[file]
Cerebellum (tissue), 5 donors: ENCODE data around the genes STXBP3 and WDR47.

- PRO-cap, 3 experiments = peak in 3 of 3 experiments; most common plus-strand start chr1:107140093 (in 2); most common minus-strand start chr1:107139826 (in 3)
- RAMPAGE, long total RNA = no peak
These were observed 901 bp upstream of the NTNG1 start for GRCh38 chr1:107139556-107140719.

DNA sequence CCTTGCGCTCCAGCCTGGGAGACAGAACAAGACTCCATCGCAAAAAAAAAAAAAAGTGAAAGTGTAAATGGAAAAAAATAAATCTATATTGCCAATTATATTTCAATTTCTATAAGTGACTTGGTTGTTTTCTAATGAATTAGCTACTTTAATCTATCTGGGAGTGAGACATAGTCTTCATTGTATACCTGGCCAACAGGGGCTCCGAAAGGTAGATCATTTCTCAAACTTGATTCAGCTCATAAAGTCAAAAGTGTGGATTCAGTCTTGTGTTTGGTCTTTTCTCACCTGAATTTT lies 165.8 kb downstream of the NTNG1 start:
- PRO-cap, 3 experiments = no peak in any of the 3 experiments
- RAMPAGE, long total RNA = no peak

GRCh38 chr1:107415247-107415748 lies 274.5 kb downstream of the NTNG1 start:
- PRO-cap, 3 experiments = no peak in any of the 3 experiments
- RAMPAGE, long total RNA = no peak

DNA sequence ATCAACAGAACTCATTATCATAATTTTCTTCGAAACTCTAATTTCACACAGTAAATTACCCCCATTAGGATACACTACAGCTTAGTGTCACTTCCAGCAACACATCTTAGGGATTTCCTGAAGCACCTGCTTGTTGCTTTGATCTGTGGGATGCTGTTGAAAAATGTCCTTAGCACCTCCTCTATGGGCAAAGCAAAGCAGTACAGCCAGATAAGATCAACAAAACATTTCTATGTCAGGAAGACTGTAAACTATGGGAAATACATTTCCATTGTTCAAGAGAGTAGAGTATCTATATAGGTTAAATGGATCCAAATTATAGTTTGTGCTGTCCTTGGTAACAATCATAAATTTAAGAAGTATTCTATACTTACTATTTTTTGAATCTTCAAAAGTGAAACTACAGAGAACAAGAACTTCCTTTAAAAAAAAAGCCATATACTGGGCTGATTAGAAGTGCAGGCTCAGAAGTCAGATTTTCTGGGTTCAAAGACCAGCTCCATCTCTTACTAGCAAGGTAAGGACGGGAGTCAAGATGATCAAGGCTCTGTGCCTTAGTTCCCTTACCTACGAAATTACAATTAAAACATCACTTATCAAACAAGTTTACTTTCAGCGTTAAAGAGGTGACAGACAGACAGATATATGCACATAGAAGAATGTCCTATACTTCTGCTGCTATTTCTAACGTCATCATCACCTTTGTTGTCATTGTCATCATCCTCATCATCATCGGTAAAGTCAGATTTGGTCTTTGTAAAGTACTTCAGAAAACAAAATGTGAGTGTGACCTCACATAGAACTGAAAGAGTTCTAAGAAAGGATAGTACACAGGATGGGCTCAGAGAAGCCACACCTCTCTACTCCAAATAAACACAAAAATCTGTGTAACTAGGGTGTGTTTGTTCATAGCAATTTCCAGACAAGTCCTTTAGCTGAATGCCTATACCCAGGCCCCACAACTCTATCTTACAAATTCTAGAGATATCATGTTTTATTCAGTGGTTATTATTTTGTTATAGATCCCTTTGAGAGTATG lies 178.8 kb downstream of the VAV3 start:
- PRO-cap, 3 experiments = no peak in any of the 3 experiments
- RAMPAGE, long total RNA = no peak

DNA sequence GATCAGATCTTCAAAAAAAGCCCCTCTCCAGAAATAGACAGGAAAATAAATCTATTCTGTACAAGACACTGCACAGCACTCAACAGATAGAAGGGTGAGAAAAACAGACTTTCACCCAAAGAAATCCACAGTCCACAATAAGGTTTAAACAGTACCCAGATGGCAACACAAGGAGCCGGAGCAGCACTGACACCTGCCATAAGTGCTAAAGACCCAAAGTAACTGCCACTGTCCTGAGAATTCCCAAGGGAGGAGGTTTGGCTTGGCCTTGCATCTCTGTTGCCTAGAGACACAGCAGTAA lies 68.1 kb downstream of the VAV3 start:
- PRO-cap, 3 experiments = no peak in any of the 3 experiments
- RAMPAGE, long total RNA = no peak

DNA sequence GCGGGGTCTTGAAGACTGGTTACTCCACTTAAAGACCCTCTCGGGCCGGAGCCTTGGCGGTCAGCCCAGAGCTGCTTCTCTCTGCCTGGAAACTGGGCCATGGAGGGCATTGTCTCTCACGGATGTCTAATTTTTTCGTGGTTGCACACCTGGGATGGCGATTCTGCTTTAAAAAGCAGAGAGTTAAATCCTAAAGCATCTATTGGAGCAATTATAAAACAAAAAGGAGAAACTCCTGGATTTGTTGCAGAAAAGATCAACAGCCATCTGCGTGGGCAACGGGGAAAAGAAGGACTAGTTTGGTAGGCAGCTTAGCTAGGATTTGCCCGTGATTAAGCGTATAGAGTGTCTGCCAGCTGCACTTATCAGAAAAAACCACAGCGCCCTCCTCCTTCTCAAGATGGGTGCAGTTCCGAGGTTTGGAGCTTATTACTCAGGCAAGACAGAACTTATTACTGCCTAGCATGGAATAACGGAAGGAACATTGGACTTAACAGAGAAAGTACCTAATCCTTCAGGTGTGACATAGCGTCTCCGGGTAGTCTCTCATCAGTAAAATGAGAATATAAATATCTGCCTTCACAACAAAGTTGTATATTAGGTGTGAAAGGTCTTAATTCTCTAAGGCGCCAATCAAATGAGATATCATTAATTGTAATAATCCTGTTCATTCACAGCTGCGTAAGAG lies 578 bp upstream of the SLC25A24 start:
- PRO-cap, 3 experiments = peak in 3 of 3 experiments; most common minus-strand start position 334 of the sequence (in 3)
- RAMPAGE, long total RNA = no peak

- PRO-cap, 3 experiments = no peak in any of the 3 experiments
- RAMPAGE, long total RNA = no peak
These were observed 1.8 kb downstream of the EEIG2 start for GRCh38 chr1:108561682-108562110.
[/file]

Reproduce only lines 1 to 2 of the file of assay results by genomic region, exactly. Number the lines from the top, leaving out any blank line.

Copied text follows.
Cerebellum (tissue), 5 donors: ENCODE data around the genes STXBP3 and WDR47.

- PRO-cap, 3 experiments = peak in 3 of 3 experiments; most common plus-strand start chr1:107140093 (in 2); most common minus-strand start chr1:107139826 (in 3)